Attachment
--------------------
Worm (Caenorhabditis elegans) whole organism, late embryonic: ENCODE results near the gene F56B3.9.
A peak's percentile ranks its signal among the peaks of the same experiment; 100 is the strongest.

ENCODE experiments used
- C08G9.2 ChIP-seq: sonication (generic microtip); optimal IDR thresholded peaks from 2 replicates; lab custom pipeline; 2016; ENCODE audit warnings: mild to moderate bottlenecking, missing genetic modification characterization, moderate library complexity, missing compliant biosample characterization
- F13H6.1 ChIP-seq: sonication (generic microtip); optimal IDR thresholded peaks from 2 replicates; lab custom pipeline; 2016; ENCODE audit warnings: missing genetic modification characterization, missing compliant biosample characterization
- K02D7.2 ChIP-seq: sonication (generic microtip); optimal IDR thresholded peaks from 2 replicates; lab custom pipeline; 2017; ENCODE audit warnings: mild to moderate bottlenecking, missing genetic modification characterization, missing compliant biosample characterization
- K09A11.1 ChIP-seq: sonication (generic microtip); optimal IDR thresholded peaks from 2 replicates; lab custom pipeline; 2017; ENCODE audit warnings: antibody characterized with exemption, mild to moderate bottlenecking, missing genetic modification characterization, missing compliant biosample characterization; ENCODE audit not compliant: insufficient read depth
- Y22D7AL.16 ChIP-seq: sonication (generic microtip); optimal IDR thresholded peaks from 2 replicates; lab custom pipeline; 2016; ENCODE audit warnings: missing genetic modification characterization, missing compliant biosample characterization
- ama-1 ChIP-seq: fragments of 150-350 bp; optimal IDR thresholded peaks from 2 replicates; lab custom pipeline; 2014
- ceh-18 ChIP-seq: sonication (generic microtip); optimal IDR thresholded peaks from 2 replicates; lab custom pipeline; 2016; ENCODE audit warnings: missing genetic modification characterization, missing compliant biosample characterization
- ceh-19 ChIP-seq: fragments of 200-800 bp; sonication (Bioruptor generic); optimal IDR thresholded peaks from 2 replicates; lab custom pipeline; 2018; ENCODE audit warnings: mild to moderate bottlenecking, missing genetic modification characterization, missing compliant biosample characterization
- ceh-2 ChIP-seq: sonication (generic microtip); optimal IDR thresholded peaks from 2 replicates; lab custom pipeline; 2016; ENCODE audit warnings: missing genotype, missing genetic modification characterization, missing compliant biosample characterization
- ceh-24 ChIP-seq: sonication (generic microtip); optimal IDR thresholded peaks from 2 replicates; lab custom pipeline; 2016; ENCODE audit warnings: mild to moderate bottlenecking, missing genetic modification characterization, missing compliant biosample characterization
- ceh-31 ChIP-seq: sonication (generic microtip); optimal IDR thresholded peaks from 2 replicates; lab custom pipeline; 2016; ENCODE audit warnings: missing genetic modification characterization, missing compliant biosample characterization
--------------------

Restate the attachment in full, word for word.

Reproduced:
Worm (Caenorhabditis elegans) whole organism, late embryonic: ENCODE results near the gene F56B3.9.
A peak's percentile ranks its signal among the peaks of the same experiment; 100 is the strongest.

ENCODE experiments used
- C08G9.2 ChIP-seq: sonication (generic microtip); optimal IDR thresholded peaks from 2 replicates; lab custom pipeline; 2016; ENCODE audit warnings: mild to moderate bottlenecking, missing genetic modification characterization, moderate library complexity, missing compliant biosample characterization
- F13H6.1 ChIP-seq: sonication (generic microtip); optimal IDR thresholded peaks from 2 replicates; lab custom pipeline; 2016; ENCODE audit warnings: missing genetic modification characterization, missing compliant biosample characterization
- K02D7.2 ChIP-seq: sonication (generic microtip); optimal IDR thresholded peaks from 2 replicates; lab custom pipeline; 2017; ENCODE audit warnings: mild to moderate bottlenecking, missing genetic modification characterization, missing compliant biosample characterization
- K09A11.1 ChIP-seq: sonication (generic microtip); optimal IDR thresholded peaks from 2 replicates; lab custom pipeline; 2017; ENCODE audit warnings: antibody characterized with exemption, mild to moderate bottlenecking, missing genetic modification characterization, missing compliant biosample characterization; ENCODE audit not compliant: insufficient read depth
- Y22D7AL.16 ChIP-seq: sonication (generic microtip); optimal IDR thresholded peaks from 2 replicates; lab custom pipeline; 2016; ENCODE audit warnings: missing genetic modification characterization, missing compliant biosample characterization
- ama-1 ChIP-seq: fragments of 150-350 bp; optimal IDR thresholded peaks from 2 replicates; lab custom pipeline; 2014
- ceh-18 ChIP-seq: sonication (generic microtip); optimal IDR thresholded peaks from 2 replicates; lab custom pipeline; 2016; ENCODE audit warnings: missing genetic modification characterization, missing compliant biosample characterization
- ceh-19 ChIP-seq: fragments of 200-800 bp; sonication (Bioruptor generic); optimal IDR thresholded peaks from 2 replicates; lab custom pipeline; 2018; ENCODE audit warnings: mild to moderate bottlenecking, missing genetic modification characterization, missing compliant biosample characterization
- ceh-2 ChIP-seq: sonication (generic microtip); optimal IDR thresholded peaks from 2 replicates; lab custom pipeline; 2016; ENCODE audit warnings: missing genotype, missing genetic modification characterization, missing compliant biosample characterization
- ceh-24 ChIP-seq: sonication (generic microtip); optimal IDR thresholded peaks from 2 replicates; lab custom pipeline; 2016; ENCODE audit warnings: mild to moderate bottlenecking, missing genetic modification characterization, missing compliant biosample characterization
- ceh-31 ChIP-seq: sonication (generic microtip); optimal IDR thresholded peaks from 2 replicates; lab custom pipeline; 2016; ENCODE audit warnings: missing genetic modification characterization, missing compliant biosample characterization